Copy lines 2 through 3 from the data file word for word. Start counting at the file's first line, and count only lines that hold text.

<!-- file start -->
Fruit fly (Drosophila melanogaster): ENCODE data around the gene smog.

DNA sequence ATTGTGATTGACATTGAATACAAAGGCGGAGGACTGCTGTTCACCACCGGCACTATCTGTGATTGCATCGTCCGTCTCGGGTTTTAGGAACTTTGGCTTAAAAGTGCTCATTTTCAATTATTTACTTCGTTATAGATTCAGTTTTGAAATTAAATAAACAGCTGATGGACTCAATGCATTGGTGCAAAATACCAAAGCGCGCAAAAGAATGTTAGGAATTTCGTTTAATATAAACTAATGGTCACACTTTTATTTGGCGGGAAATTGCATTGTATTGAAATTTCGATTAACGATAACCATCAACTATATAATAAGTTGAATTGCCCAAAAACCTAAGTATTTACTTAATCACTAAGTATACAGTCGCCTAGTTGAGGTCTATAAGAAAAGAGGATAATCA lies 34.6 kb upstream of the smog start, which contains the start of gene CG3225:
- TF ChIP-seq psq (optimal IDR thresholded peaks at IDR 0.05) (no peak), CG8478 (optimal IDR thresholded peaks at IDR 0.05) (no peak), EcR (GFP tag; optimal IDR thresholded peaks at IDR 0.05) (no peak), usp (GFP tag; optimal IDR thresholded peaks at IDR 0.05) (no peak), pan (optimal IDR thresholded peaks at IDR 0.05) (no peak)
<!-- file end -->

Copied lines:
DNA sequence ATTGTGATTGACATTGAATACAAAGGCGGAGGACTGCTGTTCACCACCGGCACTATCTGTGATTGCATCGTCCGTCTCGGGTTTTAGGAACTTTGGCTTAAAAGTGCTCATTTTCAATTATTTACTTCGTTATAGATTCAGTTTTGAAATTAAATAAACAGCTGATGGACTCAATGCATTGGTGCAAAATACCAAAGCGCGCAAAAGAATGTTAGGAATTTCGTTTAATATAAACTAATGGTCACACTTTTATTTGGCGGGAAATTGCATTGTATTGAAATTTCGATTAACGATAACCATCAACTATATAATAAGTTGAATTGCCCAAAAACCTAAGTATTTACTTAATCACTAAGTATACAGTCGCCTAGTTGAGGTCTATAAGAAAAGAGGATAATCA lies 34.6 kb upstream of the smog start, which contains the start of gene CG3225:
- TF ChIP-seq psq (optimal IDR thresholded peaks at IDR 0.05) (no peak), CG8478 (optimal IDR thresholded peaks at IDR 0.05) (no peak), EcR (GFP tag; optimal IDR thresholded peaks at IDR 0.05) (no peak), usp (GFP tag; optimal IDR thresholded peaks at IDR 0.05) (no peak), pan (optimal IDR thresholded peaks at IDR 0.05) (no peak)